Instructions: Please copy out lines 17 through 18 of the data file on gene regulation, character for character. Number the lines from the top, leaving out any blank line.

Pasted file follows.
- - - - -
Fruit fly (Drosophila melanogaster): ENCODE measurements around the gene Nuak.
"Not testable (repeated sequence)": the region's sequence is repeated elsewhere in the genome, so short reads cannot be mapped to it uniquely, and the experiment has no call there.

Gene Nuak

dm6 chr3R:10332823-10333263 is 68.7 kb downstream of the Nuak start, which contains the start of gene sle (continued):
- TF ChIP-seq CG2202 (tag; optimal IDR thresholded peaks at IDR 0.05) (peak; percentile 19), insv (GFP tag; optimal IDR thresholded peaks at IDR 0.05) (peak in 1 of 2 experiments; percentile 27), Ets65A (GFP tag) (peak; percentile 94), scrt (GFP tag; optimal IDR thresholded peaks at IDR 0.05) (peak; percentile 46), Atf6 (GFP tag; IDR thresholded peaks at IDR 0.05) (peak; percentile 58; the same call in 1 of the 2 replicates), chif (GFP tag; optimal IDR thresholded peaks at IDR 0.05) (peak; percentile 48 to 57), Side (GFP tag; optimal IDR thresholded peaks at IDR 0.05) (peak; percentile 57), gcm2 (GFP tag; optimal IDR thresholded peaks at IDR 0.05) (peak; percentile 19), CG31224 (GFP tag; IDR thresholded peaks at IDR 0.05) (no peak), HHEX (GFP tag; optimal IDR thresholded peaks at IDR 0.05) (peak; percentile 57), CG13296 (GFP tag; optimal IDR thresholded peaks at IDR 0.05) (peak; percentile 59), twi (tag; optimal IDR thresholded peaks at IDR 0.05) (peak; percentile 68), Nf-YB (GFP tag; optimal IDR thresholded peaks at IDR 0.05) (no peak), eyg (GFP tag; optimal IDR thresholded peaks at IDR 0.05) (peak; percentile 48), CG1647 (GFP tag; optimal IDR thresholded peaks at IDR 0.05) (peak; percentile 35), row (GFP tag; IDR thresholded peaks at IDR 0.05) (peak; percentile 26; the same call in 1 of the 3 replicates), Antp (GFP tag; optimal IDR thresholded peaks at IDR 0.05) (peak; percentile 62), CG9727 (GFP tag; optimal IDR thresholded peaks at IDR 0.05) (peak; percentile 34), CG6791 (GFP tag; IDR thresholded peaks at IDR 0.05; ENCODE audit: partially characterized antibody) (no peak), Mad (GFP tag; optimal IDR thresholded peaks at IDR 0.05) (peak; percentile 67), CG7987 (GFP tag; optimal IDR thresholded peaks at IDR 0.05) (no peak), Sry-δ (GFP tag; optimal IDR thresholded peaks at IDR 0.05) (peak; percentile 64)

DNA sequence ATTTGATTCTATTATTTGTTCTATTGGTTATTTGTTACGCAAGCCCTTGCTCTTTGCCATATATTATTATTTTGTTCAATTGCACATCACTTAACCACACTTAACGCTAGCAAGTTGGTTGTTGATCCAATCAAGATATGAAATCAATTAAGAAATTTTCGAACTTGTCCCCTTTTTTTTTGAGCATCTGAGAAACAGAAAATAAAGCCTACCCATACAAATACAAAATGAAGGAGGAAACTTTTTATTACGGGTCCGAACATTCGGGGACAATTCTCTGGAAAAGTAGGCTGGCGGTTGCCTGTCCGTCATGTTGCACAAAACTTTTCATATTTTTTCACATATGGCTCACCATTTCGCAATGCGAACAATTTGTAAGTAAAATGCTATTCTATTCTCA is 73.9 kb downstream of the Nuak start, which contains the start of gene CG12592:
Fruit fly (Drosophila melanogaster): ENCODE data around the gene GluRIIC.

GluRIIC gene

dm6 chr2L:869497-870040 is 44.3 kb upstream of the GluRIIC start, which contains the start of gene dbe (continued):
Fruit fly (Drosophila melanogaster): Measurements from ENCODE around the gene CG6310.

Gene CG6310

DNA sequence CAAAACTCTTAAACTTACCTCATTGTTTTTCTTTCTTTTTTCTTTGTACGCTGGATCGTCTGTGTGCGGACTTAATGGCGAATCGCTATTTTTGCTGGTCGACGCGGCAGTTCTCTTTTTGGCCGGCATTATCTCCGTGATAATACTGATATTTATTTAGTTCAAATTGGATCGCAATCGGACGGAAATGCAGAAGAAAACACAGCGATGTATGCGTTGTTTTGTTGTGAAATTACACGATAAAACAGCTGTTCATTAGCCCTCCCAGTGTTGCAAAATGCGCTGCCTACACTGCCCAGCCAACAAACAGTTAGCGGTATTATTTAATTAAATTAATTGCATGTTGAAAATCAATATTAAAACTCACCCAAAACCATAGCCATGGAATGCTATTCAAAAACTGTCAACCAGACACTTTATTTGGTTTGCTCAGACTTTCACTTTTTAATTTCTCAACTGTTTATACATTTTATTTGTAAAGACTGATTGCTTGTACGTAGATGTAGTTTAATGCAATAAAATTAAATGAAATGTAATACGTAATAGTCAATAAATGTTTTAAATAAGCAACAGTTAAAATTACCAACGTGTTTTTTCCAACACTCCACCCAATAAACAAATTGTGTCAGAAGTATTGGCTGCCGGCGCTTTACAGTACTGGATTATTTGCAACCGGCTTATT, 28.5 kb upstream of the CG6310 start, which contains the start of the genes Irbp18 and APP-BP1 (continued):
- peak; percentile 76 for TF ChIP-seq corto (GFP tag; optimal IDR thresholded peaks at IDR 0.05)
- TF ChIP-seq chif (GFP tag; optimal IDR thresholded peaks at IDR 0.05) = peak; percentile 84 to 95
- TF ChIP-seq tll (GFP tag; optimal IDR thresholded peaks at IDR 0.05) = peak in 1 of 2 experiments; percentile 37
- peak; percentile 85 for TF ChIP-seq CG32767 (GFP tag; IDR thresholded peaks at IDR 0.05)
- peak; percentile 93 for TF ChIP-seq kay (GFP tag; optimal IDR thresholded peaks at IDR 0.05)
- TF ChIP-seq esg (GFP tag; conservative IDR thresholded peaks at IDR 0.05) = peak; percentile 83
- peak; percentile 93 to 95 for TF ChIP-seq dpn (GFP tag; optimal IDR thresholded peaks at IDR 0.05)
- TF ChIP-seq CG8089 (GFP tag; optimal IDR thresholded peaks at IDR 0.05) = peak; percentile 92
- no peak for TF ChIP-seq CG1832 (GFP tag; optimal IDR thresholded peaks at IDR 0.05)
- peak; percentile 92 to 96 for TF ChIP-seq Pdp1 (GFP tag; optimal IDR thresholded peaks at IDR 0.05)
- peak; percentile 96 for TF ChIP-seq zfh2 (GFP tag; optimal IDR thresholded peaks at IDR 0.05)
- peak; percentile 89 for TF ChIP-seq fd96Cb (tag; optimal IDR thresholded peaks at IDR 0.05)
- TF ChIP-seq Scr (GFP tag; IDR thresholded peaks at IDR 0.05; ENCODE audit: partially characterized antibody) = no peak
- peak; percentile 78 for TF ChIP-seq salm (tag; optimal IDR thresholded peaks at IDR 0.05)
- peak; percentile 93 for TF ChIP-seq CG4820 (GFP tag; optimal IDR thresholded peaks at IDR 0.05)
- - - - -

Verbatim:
- peak; percentile 93 for TF ChIP-seq kay (GFP tag; optimal IDR thresholded peaks at IDR 0.05)
- TF ChIP-seq esg (GFP tag; conservative IDR thresholded peaks at IDR 0.05) = peak; percentile 83